Sign up for our monthly newsletter with our latest offers,hot blogs and much more !
Lets chat via skype to discuss your questions concerns, and project needs
With headquarters in San Francisco, and team members across the United States and beyond, ARTÉMIA is particularly concerned about the ever-increasing threat of water scarcity.
The World Economic Forum reports that water scarcity is among the top five global risks currently affecting people’s wellbeing. The reliability of sources like rainfall, snowmelt, river runoff and groundwater – and their accessibility – are being negatively affected by climate change, with resources diminishing if not disappearing as demand increases.
In regions facing this growing problem, the availability of dependable drinking water sources is a critical challenge to their sustainability and stability, as well as a potential cause of unrest and conflict, says UN – Water. And according to a recent paper by the Food and Agriculture Organization of the UN, the issue of water scarcity is also affecting traditional seasonal human migration routes.
The latest published information on access to clean water published in 2021 by WHO and UNICEF show that more than 1.6 billion people around the world do not have safely managed drinking water services, 2.8 billion people do not have safely managed sanitation services, and 1.9 billion lack basic handwashing facilities. More sobering is that over three million people die each year due to preventable waterborne diseases, and nearly a million of those are children.
If left unchecked, and new approaches to water sourcing and management aren’t made, these problems will only become worse as the effects of climate change on water intensify. It is clear that much needs to be done – and that there is much room for innovation.
Harnessing unconventional water resources and enabling access to safe drinking water – and developing technology-based solutions to do so – will bolster the resilience of these communities and save lives. Many social entrepreneurs are taking on the challenge to identify, develop, and promote such solutions that are environmentally feasible and economically viable. Here are a few of them.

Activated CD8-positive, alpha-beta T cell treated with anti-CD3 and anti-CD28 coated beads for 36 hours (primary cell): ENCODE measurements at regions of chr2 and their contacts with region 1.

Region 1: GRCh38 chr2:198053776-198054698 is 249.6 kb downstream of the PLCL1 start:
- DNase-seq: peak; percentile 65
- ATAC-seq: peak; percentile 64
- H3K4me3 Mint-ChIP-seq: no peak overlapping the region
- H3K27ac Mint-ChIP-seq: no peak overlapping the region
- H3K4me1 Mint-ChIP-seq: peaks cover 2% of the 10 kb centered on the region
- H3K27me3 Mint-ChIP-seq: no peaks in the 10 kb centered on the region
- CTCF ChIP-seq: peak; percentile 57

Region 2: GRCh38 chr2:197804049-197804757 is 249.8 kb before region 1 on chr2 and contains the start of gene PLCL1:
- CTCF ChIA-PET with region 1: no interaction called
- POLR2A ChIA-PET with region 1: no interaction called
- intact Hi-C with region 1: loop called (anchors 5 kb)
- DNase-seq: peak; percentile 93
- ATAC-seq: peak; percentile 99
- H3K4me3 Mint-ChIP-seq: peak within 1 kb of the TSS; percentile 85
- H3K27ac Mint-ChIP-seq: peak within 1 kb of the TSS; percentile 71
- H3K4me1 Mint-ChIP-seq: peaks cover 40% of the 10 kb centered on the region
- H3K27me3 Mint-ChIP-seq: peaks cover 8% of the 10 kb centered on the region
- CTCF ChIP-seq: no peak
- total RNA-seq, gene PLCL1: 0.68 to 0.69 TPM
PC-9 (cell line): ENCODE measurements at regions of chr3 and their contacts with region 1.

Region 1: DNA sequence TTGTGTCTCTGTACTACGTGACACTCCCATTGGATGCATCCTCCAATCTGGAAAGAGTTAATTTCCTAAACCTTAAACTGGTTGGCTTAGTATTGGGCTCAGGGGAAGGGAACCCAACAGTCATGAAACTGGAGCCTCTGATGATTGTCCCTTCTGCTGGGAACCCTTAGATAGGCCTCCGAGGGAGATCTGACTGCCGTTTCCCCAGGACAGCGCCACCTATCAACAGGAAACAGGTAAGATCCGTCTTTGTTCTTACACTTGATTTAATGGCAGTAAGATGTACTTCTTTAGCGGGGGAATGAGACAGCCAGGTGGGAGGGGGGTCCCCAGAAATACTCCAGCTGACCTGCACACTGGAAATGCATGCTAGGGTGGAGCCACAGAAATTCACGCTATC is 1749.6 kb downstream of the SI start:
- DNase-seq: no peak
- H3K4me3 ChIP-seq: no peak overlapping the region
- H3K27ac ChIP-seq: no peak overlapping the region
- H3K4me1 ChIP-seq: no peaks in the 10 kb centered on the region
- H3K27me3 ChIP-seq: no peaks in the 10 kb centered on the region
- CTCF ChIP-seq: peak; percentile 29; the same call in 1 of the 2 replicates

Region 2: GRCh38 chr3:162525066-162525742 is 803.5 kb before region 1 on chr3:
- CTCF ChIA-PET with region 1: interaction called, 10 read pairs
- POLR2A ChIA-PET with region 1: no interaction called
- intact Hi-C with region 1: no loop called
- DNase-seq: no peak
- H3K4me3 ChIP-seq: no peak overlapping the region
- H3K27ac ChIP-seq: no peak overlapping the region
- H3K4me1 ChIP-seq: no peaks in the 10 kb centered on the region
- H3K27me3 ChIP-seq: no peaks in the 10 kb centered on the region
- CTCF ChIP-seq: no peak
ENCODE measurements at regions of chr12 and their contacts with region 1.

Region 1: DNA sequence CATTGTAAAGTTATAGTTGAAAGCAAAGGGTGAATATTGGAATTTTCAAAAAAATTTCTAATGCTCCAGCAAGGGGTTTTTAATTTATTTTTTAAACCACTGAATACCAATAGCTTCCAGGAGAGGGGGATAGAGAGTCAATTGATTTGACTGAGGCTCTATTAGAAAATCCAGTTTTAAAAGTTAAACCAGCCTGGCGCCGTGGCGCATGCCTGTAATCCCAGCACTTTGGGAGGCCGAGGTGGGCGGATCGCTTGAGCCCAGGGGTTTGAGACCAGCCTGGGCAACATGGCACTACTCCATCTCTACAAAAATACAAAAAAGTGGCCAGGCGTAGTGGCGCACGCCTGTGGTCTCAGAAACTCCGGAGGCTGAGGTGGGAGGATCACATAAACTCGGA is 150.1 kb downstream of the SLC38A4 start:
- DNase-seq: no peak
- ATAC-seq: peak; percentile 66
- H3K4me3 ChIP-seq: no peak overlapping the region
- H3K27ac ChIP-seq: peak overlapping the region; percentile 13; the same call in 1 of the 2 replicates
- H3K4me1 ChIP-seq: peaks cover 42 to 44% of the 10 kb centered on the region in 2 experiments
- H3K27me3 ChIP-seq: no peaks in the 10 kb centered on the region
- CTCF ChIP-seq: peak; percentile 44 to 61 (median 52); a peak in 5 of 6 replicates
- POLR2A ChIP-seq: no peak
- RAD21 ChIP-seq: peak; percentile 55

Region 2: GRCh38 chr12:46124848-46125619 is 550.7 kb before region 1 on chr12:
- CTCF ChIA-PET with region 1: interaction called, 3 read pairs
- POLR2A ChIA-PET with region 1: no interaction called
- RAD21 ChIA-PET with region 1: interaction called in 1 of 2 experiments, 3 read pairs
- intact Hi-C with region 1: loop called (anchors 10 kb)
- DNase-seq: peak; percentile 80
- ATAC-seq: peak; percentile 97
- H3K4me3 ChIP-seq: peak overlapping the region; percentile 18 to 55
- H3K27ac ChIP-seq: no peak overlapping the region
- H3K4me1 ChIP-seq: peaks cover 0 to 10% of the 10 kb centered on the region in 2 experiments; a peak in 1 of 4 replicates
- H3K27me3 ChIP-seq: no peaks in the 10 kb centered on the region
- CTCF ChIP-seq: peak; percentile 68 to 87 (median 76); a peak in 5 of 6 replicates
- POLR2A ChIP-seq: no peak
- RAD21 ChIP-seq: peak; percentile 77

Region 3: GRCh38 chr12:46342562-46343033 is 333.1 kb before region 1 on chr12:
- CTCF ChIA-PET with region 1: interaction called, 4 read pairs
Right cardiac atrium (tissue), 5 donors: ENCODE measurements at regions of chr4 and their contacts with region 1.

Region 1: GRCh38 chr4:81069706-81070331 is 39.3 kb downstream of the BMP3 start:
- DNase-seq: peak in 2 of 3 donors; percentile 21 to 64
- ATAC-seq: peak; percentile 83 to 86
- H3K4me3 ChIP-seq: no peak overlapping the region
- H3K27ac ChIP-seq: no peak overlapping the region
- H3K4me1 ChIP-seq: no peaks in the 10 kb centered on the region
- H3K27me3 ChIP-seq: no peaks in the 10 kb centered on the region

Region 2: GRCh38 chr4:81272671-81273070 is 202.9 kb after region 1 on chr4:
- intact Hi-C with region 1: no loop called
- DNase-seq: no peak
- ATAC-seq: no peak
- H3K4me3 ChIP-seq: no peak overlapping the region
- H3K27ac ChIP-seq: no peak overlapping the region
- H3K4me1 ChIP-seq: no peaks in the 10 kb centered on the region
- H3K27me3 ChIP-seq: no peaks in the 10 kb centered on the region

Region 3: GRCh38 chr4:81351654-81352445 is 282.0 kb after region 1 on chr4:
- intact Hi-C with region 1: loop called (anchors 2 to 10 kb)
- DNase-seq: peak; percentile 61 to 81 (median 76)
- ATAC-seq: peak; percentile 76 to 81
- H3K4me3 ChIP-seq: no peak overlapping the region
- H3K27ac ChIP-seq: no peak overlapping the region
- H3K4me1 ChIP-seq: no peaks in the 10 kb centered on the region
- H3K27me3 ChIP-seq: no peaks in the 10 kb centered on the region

When she was 15 years old, Anna Luísa Beserra developed a product known as Aqualuz, a solar water disinfection filtering system, and launched a social entrepreneurship around the product called Safe Drinking Water for All (SDW). Her business aims to bring water to some of the driest areas of Brazil.
SDW works with projects focused on sanitation for rural areas, where companies invest in surrounding communities. SDW leverages the potential socio-environmental impact of companies with high Social Return on Investment projects and international recognition, not only enabling Aqualuz to be implemented without charge to the end-users, but also ensuring her company has the funding to continue the development of this and other applications of the technology Beserra has created.
Danish startup 4Life Solutions provides safe & affordable drinking water for low-income communities. SaWa, the startup’s product, is a bag that holds up to 4 liters of water and uses ultraviolet (UV) rays and heat from the sun to kill microorganisms in water using a purifications process called SODIS, solar water disinfection. After being exposed to the sun for 4 hours, the water is safe to drink. This solution is significantly cheaper than using charcoal and reduces carbon emissions as well.
The company is currently focusing on developing their product to be effective in water with high turbidity, or lack of clarity due to the presence of undissolved solids which would reduce the efficacy of SODIS technology so that every person with a SaWa can enjoy safe drinking water, no matter the quality of the water they can access.
Israeli startup Hilico has developed a portable and lightweight rainwater harvesting system. The startup’s system takes just a couple of minutes to install and fits into the smallest spaces. Uses advanced filtration, it provides safe drinking water and prevents any debris from contaminating collected water. The system is designed to offer off-grid solutions for water self-sufficiency. The startup is currently seeking funding to fully launch.
Gitanjali Rao won the Discovery Education 3M Young Scientist Challenge in 2017 when she was 11 for her invention Tethys, a device based on carbon nanotubes that sends water quality information via Bluetooth. She was awarded the Environmental Protection Agency President’s Environmental Youth Award in 2018.
CES has a special place in our hearts because we’ve helped founders and exec...LEARN MORE
The conversation around cryptocurrency has gotten increasingly louder, particu...LEARN MORE
The RSAC 365 Virtual Summit took place today, featuring presentations on the l...LEARN MORE